This content was published: October 4, 2007. Phone numbers, email addresses, and other information may have changed.
Seventh Harvest Festival set to delight
Photos and Story by James Hill
Halloween is just around the corner and so is the Portland Community College Rock Creek Campus’ biggest event.
The seventh annual Harvest Festival will be held just in time for Halloween. It will go from 10 a.m. to 2 p.m. on Saturday, Oct. 27, on the Rock Creek Campus, 17705 N.W. Springville Road. The suggested donation is $5 per family, which includes, as long as the supply lasts, a free pumpkin from the Rock Creek Campus pumpkin patch. In addition, visitors gain free admission to the Washington County Historical Society Museum.
The festival is popular with younger folks and attracts more than 1,000 people every year.
“It just has gotten bigger and bigger each year,” said Mandy Ellertson, student leadership coordinator at the campus and an organizer of the Harvest Festival. “It’s great for students and is a favorite of the community.”
Along with the popular pumpkin patch, the festival will include hay rides, a petting zoo featuring the animals of the PCC Rock Creek farm, face painting, musical entertainment, and participants will have the opportunity to have their picture taken with their pumpkin. There also will be sustainability tours, featuring an earthen oven demonstration and a worm composting workshop.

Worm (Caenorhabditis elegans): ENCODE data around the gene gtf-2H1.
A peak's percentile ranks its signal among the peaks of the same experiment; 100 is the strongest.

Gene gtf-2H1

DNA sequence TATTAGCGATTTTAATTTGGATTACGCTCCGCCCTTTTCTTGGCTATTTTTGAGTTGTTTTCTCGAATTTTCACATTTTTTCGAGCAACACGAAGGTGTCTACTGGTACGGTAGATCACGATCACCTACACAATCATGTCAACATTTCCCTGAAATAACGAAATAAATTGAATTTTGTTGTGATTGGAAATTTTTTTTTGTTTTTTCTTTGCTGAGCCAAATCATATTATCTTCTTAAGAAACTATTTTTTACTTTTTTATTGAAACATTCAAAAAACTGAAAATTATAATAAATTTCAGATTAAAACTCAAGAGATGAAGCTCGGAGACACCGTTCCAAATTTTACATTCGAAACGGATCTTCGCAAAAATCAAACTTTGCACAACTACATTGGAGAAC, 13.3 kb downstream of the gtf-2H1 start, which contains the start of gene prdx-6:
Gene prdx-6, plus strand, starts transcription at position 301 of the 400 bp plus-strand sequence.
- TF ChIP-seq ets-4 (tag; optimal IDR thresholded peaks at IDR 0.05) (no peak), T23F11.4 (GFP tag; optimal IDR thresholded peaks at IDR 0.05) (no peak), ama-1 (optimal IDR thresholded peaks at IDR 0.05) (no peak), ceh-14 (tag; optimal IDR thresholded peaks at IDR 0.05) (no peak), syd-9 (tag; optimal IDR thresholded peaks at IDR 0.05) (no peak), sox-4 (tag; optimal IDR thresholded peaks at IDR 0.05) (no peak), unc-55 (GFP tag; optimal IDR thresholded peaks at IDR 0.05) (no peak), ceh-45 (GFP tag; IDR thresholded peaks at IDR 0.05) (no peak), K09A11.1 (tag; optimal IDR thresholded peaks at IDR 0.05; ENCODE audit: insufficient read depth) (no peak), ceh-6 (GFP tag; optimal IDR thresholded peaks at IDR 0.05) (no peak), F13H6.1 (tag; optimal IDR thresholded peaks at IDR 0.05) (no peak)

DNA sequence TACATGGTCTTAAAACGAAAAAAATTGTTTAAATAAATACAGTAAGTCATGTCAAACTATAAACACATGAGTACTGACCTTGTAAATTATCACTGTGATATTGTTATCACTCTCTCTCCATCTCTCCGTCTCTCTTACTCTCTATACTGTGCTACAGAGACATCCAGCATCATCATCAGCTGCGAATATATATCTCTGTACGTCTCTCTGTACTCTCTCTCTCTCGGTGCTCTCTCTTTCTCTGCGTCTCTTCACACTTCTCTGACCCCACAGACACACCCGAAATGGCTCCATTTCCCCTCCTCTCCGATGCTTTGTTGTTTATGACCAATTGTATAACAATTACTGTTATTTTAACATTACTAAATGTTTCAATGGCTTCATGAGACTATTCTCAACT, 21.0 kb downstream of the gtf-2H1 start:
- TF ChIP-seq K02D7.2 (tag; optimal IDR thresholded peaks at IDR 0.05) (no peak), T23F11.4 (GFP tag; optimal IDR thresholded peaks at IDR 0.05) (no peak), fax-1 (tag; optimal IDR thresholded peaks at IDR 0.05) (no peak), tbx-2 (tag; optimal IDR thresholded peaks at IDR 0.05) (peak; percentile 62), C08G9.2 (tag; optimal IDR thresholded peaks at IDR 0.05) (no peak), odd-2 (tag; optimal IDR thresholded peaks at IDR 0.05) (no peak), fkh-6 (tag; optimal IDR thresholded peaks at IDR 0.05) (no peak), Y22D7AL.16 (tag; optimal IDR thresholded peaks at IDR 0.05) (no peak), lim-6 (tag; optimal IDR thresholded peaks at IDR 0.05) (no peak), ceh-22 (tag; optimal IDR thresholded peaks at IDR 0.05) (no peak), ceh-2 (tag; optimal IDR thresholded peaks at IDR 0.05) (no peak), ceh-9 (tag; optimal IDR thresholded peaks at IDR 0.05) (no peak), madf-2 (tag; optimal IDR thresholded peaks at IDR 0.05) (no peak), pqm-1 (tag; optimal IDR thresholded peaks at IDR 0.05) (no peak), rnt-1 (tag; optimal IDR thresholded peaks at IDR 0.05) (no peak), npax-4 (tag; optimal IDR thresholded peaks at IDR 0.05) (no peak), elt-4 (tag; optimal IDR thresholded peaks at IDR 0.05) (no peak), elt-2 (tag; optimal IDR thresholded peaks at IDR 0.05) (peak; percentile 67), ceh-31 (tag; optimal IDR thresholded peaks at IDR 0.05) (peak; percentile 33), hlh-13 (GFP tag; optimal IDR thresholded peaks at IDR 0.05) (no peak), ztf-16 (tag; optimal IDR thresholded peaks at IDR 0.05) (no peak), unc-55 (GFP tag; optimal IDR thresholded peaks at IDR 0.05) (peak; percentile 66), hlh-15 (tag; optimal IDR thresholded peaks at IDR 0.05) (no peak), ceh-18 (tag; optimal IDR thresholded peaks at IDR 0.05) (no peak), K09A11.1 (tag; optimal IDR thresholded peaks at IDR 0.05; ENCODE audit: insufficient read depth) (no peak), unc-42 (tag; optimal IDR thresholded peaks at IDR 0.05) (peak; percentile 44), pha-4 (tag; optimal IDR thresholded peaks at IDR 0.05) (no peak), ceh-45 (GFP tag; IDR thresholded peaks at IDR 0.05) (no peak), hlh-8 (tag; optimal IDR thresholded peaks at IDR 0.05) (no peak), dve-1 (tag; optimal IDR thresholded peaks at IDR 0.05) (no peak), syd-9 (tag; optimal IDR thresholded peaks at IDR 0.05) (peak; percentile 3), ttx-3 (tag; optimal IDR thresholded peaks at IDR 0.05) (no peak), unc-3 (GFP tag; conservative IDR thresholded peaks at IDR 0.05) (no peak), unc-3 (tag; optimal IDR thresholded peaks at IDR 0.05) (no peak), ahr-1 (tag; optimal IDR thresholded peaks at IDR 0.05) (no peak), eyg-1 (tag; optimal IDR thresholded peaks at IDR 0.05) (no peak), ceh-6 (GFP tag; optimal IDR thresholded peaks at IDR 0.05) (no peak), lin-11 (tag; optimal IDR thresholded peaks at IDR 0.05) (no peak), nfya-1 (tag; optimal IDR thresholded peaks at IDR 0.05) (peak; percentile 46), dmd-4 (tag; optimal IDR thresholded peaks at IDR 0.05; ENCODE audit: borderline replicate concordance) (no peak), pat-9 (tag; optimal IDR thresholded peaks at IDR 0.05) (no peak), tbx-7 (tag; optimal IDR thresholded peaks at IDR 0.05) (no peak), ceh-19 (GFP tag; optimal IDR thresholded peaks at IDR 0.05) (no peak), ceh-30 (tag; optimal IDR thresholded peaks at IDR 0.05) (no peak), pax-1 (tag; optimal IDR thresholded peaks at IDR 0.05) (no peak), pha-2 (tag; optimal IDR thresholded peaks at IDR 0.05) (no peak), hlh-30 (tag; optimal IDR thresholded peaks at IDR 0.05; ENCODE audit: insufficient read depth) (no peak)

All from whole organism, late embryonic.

It all started seven years ago when former campus president Bill Christopher said he wanted a pumpkin patch. The patch would be the focus of a new event leading up to Halloween. Not only would the local community get a chance at a free pumpkin and some fun activities, he said, but would be introduced to all of PCC’s services.
In its humble beginning, the Harvest Festival incorporated activities with the Washington County Historical Museum, Rock Creek Farm, Landscape Technology program; partnerships that continue today. Every year the festival gets better at staying in tune with its surrounding neighborhood. For example, more student leaders are getting involved this year to attract Washington County’s Latino community.
“It’s a true collaboration,” Ellertson said. “There are a variety of people involved. We’re picking up more and more partners, which will make this an exciting year.”
Portland Community College is the largest post-secondary institution in Oregon, serving approximately 88,200 full- and part-time students. For more PCC news, please visit us on the Web at www.pcc.edu/news. PCC has three comprehensive campuses, five workforce training and education centers, and 200 community locations in the Portland metropolitan area. The PCC district encompasses a 1,500-square-mile area in northwest Oregon and offers two-year degrees, one-year certificate programs, short-term training, alternative education, pre-college courses and life-long learning.